Uncommon and large this Tappan & Bradford lithograph portrait of Daniel Webster is made after a daguerreotype by Boston photographer John Adams Whipple, most likely a memorial piece produced after Webster’s death in 1852. An example of this print resides in the National Portrait Gallery Collection, Smithsonian Institute which is dated 1852-53.
Lodowick Harrington Bradford (1820-1885) and Ebanezer Tappan (1815-1854) partnered in 1849 to form Tappan & Bradford, a highly respected lithographic printing firm that only operated until 1854 following Tappan’s death that same year. Bradford continued to do business as L.H. Bradford & Co as well as L.H. Bradford leaving the lithographic medium in 1860 and returning to his first endeavors in engraving. In 1858, along with Boston photographer James Ambrose Cutting, he was awarded one of the earliest patents for the photolithographic process in America.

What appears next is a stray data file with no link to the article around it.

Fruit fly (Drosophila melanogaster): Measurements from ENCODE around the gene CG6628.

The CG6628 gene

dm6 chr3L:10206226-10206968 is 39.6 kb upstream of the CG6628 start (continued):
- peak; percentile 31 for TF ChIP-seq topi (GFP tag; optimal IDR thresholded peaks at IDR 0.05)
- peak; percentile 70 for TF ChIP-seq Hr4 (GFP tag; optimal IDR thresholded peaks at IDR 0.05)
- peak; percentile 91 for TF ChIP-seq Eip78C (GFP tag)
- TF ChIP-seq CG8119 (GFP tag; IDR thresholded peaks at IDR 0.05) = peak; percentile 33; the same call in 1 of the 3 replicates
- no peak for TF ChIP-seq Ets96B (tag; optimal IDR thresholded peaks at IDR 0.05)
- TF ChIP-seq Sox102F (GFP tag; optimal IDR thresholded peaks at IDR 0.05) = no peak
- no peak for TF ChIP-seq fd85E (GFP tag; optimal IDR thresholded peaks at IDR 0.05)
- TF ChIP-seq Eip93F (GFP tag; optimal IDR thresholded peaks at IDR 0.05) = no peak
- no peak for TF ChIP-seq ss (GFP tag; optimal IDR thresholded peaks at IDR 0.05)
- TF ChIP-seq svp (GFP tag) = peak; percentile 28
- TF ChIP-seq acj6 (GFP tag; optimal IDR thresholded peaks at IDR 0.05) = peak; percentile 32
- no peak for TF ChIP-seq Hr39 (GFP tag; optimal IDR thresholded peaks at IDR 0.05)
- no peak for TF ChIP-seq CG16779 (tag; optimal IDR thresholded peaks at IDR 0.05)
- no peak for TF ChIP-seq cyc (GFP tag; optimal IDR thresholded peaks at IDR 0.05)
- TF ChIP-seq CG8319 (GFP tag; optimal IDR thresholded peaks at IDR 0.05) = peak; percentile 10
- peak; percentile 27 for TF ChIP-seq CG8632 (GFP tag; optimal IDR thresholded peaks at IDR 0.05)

John Adams Whipple (1822-1891) was a pioneer photographer in Boston spurred by his interest in chemistry. His entry into the new daguerreotype process began as a manufacturer of chemicals used to in the process which caused him significant health issues. He made his first daguerreotype in 1840 going on to become a well established portrait photographer patenting the “Crayon Daguerreotype,” a vignette tool in 1851. At about the same time, he made his first photographs of the moon at the Harvard College Observatory with William Cranch Bond. He is perhaps most noted for his astronomical images of the moon, Jupiter and the Vega Constellation shown at the London Great Exhibition in 1851 to great acclaim.
Whipple went on to work with William B. Jones and James Wallace Black resulting in the partnership and notable studio of Whipple & Black in Boston. By 1859 the partnership ended with Whipple continuing myriad photo process experiments. He also began to make many of his most notable portraits including Abraham Lincoln, Daniel Webster, Henry Wadsworth Longfellow, Louis Agassiz along with many of Boston’s finest.